Walmart Launches Water Testing

Scott Webb Headshot
photo of endcap of water testing kiosk
Photo of water test kiosk taken at Walmart store.
photo of the screen on water testing machine
Screen shot of computerized water test machine with basic instructions.

Walmart corporation has launched an initiative to provide in-store testing of pool water.

Select Walmart stores in North America have set up water test kiosks to enable customers to bring in a water sample and have it analyzed for prescriptive water maintenance. The system is meant to mimic the water testing offered by pool and spa retailers, offering customers computerized guidance on what chemicals to buy and add in order to achieve balanced water.

Information thus far has been anecdotal — reports from industry professionals who encountered the water testing stations firsthand in Pennsylvania, Indiana and California. Walmart has not released information on the number of stores nationwide that have installed the test kiosks.

Water testing has long been a major component of the dealer’s advantage over Internet and big box retailers, part of the package of expertise that separates the professional pool store from the mass merchant. By offering water testing along with low-priced chemicals, Walmart is trying to cut into the still-substantial chemical trade that runs through pool and spa retail companies.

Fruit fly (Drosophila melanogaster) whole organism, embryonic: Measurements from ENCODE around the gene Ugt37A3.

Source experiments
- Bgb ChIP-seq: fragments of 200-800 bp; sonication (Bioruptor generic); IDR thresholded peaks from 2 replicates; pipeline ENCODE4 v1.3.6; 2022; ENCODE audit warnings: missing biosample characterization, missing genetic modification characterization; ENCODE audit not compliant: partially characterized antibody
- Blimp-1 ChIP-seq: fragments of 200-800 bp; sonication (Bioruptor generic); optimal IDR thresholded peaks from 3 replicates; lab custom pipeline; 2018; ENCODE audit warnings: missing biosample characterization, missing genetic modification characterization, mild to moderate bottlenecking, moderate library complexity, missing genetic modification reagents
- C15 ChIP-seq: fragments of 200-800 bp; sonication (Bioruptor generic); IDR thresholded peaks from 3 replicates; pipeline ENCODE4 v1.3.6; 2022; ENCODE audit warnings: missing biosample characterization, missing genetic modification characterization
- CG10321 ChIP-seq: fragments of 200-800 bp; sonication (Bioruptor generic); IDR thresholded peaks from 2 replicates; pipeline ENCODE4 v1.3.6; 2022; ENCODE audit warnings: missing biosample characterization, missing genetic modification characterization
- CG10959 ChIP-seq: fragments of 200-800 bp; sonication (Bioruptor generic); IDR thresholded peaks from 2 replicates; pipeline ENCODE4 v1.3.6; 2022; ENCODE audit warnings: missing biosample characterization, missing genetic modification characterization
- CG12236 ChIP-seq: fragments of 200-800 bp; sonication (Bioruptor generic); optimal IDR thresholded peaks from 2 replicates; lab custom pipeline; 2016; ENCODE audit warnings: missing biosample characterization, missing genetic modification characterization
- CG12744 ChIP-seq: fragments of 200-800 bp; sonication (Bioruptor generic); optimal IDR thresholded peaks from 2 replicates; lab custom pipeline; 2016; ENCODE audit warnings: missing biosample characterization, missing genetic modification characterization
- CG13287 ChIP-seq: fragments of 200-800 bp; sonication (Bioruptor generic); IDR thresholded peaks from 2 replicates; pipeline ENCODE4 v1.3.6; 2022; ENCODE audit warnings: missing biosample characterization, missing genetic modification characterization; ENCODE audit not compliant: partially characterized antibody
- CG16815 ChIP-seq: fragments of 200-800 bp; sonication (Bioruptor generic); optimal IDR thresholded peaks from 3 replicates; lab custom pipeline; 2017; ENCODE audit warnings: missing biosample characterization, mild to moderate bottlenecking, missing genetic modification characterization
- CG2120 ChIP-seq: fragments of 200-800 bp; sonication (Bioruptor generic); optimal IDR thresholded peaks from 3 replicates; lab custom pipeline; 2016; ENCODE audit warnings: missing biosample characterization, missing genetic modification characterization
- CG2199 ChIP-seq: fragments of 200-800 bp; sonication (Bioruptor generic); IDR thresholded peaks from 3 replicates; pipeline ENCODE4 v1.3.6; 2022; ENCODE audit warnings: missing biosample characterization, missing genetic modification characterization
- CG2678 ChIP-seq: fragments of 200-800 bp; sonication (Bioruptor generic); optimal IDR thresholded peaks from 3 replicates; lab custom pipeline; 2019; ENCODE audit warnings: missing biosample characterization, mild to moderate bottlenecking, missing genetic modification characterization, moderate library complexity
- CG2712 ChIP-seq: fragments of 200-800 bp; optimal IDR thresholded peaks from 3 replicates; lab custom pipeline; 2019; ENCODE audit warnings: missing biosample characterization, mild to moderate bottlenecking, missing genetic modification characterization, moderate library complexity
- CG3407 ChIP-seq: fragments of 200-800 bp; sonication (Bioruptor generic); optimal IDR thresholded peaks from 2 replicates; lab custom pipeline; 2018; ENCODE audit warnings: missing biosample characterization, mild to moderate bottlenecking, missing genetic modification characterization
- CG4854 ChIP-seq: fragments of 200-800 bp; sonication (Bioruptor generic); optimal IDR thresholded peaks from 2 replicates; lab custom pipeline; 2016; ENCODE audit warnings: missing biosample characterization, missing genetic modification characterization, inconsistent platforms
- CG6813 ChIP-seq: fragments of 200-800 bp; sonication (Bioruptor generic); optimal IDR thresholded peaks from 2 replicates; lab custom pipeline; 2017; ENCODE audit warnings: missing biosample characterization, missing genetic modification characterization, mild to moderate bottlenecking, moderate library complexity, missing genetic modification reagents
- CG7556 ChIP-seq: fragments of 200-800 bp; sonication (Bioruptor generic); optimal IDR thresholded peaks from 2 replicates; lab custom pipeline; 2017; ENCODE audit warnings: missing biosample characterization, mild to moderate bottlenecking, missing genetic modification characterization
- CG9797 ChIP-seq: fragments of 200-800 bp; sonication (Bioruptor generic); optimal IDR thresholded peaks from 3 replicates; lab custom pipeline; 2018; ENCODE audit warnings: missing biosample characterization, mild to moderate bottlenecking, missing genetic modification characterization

There are enormous differences, however, between the Walmart kiosk and the typical pool and spa store water test counter.

Walmart’s water testing kiosks feature a set of instructions a customer must read, understand and accurately follow —independently of trained help, as these kiosks are unmanned.

A typical pool and spa retailer offers a much more customer-friendly system, where a water maintenance professional tests the water and supplies expert advice on chemical application.

 “We offer a better level of expertise,” says Kiya Bachmann, co-owner of Bachmann Pool and Spa, Madison, Wisc. “We educate our consumers. All their expectations are met, and they get to talk to somebody.

“I don’t feel threatened by it, because I don’t feel threatened by Walmart selling chemicals. When people are buying from Walmart, they’re buying only because they have not been educated. And it’s my job as a specialist in Madison to educate those people.”

It is unclear whether Walmart’s foray into recreational water testing will last. The kiosks have been installed in a limited number of stores, clearly as a test of whether the concept of unaided water testing in a mass merchandiser can work.

The move by Walmart serves to sharpen the focus on pool and spa expertise which dealers have been using to differentiate their stores and the service they provide.

Please join the discussion below. Do you regard in-store water testing by mass merchandisers as a threat to traditional pool and spa retailers? Or is such an operation beyond the capabilities of a big box store?

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